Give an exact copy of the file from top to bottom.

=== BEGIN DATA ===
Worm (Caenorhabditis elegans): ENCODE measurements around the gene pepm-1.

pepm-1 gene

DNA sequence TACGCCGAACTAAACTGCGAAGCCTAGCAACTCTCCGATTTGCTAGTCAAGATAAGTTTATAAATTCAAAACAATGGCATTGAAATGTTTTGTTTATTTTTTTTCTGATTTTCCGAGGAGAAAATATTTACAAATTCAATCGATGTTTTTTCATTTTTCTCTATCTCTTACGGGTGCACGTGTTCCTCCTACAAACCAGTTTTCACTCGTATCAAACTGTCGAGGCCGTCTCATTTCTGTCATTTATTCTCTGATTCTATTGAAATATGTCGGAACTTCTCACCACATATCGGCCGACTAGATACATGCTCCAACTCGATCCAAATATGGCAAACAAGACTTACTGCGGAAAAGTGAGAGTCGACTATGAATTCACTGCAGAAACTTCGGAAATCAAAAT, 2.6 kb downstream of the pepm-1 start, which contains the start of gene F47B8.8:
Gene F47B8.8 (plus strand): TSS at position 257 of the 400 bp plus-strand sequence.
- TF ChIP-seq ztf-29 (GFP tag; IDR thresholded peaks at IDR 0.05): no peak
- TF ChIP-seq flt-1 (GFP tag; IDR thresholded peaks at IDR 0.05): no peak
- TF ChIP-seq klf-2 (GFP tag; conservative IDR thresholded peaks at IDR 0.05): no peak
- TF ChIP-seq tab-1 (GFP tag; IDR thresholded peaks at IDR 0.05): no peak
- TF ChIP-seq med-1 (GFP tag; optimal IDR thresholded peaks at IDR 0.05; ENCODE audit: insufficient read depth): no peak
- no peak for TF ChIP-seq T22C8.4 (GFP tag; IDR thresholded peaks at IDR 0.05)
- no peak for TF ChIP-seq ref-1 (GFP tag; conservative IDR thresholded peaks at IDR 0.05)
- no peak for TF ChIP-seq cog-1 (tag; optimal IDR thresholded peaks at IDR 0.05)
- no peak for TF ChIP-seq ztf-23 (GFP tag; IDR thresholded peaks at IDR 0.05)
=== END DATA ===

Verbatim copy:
Worm (Caenorhabditis elegans): ENCODE measurements around the gene pepm-1.

pepm-1 gene

DNA sequence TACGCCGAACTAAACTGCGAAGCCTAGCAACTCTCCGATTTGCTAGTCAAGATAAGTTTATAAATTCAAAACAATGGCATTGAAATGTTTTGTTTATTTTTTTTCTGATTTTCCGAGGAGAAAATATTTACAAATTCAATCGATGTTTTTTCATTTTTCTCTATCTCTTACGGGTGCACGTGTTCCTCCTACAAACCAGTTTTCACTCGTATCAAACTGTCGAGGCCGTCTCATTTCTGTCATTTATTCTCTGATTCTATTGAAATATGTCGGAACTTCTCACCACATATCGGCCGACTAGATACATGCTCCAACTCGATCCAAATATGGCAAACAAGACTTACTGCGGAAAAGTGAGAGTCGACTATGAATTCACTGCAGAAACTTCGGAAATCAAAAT, 2.6 kb downstream of the pepm-1 start, which contains the start of gene F47B8.8:
Gene F47B8.8 (plus strand): TSS at position 257 of the 400 bp plus-strand sequence.
- TF ChIP-seq ztf-29 (GFP tag; IDR thresholded peaks at IDR 0.05): no peak
- TF ChIP-seq flt-1 (GFP tag; IDR thresholded peaks at IDR 0.05): no peak
- TF ChIP-seq klf-2 (GFP tag; conservative IDR thresholded peaks at IDR 0.05): no peak
- TF ChIP-seq tab-1 (GFP tag; IDR thresholded peaks at IDR 0.05): no peak
- TF ChIP-seq med-1 (GFP tag; optimal IDR thresholded peaks at IDR 0.05; ENCODE audit: insufficient read depth): no peak
- no peak for TF ChIP-seq T22C8.4 (GFP tag; IDR thresholded peaks at IDR 0.05)
- no peak for TF ChIP-seq ref-1 (GFP tag; conservative IDR thresholded peaks at IDR 0.05)
- no peak for TF ChIP-seq cog-1 (tag; optimal IDR thresholded peaks at IDR 0.05)
- no peak for TF ChIP-seq ztf-23 (GFP tag; IDR thresholded peaks at IDR 0.05)